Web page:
Massachusetts casinos have done it again. MGM Springfield, Plainridge Park, and Encore Boston Harbor collectively won $95.98 million in October, yet another record for the state gaming industry.
Massachusetts’ three casinos set their last all-time best gross gaming revenue (GGR) mark just in July when they combined to win $95.74 million. Last month, the solid business led to the state getting more than $26.8 million in related gaming taxes.
Encore and MGM each share 25% of their gaming win with the state. Plainridge Park, the slots-only property, directs 49% of its terminal win to the Boston capital.
Wynn Resorts’ $2.4 billion casino terminal, located across the Mystic River from downtown Boston in Everett, continues to lead the market.
Encore registered a total GGR of $62.8 million in October. The casino’s revenue was dispersed across the floor, as its slot machines won $32.2 million and table games $30.6 million.
MGM was far second at $21.4 million. However, the Springfield casino mainly generated its revenue from its slot machines ($16.8). Plainridge’s destinations collected $11.7 million.
October was the best month record for Massachusetts’ casinos overall, but not for Plainridge Park. While Encore registered a 9.2% increase in GGR from September, and MGM more than 10%, Plainridge saw a month-to-month decline of 1.7%.
Plainridge, the oldest casino in the Commonwealth, is owned and run by Penn National Gaming and its real estate investment agency, Gaming and Leisure Properties. There are many concerns that the recently rebranded casino in nearby Rhode Island, Bally’s Twin River Lincoln Casino Resort, and Bally’s Tiverton Casino & Hotel are trespassing more and more players from southeastern Massachusetts.
It could get worse since Bally’s Twin River is currently launching a $100 million expansion that will create 4,000 square feet of new gaming avenue, a spa, an entertainment center, and cosmetic advancements throughout the resort and 136-room hotel.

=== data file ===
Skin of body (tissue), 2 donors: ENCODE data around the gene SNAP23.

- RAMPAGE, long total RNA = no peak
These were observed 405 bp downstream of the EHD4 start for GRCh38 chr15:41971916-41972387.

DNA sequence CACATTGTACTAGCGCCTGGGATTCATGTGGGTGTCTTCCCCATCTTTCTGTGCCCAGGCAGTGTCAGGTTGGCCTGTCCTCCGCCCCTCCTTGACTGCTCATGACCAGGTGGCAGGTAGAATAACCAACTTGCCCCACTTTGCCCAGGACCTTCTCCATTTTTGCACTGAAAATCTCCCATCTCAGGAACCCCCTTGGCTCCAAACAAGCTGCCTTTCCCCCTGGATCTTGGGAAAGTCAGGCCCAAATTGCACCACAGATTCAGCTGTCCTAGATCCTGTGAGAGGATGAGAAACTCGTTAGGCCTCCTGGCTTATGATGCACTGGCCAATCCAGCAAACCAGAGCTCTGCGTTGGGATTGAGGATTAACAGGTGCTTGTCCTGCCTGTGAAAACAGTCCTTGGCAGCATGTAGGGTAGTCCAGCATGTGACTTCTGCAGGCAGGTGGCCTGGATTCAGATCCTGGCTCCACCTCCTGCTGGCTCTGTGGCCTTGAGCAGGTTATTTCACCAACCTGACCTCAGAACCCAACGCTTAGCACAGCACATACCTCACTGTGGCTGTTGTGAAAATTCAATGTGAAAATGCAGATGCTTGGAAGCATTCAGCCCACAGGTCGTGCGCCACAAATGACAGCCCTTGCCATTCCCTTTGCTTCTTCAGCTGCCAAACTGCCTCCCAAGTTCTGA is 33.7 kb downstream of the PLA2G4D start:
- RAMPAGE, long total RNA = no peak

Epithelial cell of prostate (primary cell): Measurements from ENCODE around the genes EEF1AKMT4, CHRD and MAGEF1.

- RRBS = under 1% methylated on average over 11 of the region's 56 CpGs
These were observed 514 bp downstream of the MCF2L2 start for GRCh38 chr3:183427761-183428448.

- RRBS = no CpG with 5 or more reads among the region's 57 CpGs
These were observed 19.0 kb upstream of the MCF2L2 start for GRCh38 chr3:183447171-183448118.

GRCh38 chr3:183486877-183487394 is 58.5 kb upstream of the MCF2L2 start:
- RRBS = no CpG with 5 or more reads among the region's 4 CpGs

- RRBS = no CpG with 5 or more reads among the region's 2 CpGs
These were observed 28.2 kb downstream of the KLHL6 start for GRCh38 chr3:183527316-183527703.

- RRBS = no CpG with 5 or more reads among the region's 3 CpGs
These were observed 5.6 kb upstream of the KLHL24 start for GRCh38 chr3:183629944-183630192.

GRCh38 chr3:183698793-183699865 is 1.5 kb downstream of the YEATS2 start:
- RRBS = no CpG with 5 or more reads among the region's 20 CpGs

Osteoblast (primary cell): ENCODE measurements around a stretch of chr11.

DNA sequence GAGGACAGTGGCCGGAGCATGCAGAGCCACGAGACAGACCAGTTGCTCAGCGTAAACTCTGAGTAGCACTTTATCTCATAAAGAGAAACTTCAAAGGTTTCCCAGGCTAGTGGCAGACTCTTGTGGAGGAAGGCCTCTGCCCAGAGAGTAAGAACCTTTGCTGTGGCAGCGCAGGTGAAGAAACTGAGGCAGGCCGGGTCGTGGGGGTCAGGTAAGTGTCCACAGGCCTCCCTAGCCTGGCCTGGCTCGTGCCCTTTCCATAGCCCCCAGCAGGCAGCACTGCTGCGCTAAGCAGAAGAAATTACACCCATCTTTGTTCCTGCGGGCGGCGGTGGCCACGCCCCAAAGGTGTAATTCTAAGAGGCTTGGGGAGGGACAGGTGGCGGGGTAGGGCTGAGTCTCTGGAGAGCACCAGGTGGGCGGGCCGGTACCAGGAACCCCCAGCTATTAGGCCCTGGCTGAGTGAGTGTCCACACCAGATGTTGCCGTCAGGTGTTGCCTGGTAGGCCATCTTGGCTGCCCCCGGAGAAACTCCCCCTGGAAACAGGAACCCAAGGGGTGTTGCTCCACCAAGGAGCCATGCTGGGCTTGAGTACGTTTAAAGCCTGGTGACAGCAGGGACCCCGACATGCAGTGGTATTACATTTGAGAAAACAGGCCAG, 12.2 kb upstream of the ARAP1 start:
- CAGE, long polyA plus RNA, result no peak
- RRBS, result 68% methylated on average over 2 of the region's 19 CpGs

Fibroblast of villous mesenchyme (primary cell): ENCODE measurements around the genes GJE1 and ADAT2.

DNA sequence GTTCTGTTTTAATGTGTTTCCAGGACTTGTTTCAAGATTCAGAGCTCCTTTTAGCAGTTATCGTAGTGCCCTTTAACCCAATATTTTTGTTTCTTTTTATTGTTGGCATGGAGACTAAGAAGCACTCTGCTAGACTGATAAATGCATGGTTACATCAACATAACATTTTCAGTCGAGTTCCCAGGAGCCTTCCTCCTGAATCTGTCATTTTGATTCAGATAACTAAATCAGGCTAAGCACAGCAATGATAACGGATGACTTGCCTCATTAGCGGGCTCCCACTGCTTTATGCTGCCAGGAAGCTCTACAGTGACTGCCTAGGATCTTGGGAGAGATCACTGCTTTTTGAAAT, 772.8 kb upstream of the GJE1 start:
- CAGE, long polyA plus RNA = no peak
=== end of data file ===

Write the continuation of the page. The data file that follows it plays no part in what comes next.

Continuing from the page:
The two Bally’s facilities both offer sports wagering and table games, something Plainridge doesn’t. Plainridge is a Category 2 property, meaning it can only contain slot machines. In exchange for being taxed higher than two Category 1 casinos, Plainridge’s one-time slots license fee was $25 million instead of the $85 million Wynn and MGM paid the Commonwealth.
The Category 1 licenses are also required to invest at least $500 million into their resort facilities. Plainridge’s Category 2 only commands a minimum capital investment of $125 million.
Two state legislators who represent the Plainridge region seek to allow the slot machines casinos to include table games. However, the Senate bill has failed to advance out of committee.
To date, the Commonwealth has collected roughly $921 million in total taxes and assessment from Encore Boston Harbor, MGM Springfield, and Plainridge Park since the respective openings of each gaming property.
Sports Wagering latest
Four of the five states that share a border with Massachusetts have now regulated sports wagering operations. State legislators have reflected on such gaming expansion since the Supreme Course gave states the right to do so in May 2018.
However, with the 2021 legislative sitting approaching its end, the chances of a bill being passed by today, close of legislative business seem low. Senate No.269, a bill that seeks to legalize sports betting on professional sports at the state’s three casinos, got some momentum in a Senate committee earlier this year though it has been unchanged since July.
COVID-19 Pandemic kept wagers at home for much of 2020 and into the early start of the new year. However, with COVID-19-related operating restrictions no more, wagers spent some of the summer returning to their favorite casino.
Record play is not only being experienced in Massachusetts. New monthly records have been set in several states, including Pennsylvania, New Jersey, and Ohio.
Last Updated on by Ryan